Over a span of five days last week, the New York Times published reporter David Rohde's 19,000-word, first-person narrative of his kidnapping by the Taliban in Afghanistan and his subsequent escape. Each installment of the series, entitled Held by the Taliban, began on the front page of the day's paper and jumped to at least a full-page spread. We mentioned the articles, and linked to all of them, in last week's Highlights from this Sunday's Times post.
Without giving away much, I will say that I found his changes over time interesting to note. Given his experience, I wondered how I might have behaved, and I liked that he had chosen to give us readers this opportunity.
Perhaps more importantly, it is informative; his observations provide us with undeniable information to file in the departments of kidnapping, the Taliban, Afghanistan, Pakistan, foreign correspondence, etc.
Further, I was compelled by several passages. I found myself flagging several lines. The beginning, middle and end of his story clearly stood out to him, and, as a result, they are clear to us readers. We do not have to read overwritten sentences. He gave us a story and some thoughts on the side.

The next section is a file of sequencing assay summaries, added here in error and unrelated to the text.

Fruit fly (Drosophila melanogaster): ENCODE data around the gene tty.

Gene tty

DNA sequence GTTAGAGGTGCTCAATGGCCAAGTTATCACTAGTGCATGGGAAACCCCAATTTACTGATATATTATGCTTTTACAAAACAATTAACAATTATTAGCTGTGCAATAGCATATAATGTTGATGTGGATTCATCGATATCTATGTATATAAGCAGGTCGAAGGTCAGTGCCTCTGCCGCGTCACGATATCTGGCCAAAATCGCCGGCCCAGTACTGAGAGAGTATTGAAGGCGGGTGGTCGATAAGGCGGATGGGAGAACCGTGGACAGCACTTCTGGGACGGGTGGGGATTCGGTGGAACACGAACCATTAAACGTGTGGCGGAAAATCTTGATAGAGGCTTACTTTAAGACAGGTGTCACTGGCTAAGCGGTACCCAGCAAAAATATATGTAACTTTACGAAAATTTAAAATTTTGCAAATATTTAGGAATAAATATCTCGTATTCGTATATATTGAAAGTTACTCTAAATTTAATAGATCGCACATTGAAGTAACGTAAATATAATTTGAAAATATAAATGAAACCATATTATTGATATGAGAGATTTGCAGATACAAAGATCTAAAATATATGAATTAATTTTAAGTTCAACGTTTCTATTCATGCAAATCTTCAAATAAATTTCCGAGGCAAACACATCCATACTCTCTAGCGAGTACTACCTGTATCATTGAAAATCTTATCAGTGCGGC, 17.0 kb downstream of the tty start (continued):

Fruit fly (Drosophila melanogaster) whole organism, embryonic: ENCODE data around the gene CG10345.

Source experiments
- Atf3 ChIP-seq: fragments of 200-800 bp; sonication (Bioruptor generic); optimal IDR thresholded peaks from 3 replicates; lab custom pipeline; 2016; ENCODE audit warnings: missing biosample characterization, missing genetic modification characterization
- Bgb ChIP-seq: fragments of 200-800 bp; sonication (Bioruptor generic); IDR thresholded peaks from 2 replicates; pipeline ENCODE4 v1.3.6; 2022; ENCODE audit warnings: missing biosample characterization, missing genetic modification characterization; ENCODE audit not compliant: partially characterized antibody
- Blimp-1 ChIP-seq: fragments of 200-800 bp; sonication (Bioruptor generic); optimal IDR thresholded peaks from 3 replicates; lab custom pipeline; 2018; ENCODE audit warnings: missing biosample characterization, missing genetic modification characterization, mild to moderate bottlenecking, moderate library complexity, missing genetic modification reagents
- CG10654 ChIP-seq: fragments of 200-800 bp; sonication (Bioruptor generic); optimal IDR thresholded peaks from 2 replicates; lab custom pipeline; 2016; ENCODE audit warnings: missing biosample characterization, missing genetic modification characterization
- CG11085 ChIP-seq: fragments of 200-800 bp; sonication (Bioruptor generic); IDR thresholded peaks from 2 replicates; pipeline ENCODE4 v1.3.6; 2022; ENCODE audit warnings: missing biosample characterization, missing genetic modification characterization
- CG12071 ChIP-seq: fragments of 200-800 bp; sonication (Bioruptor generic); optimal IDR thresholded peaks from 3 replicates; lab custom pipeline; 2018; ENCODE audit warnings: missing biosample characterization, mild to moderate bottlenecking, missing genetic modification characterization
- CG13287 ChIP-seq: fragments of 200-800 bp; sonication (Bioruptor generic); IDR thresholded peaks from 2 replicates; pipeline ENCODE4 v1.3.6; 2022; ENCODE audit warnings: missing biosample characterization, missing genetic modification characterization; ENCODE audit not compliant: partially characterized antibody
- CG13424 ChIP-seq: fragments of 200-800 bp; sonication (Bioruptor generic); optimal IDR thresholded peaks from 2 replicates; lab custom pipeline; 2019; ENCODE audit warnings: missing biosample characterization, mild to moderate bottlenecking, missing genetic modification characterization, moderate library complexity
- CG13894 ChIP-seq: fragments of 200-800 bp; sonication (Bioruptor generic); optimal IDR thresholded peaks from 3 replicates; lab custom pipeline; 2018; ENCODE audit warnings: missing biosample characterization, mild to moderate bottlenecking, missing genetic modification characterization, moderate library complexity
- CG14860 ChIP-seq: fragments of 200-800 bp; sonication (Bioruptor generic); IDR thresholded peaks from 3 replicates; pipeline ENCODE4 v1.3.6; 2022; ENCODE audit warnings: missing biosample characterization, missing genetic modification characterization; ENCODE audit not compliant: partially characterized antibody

Altogether, I applaud the Times for publishing the story the way it did: in full, in the first person, with multimedia, on the front page.
I wonder what Rohde or the Times will do to promote this story more. Will Rohde expand it or incorporate it into a book? Maybe. Will the Times nominate it for a Pulitzer? Probably. Will the story be made into a movie? I wouldn't rule it out.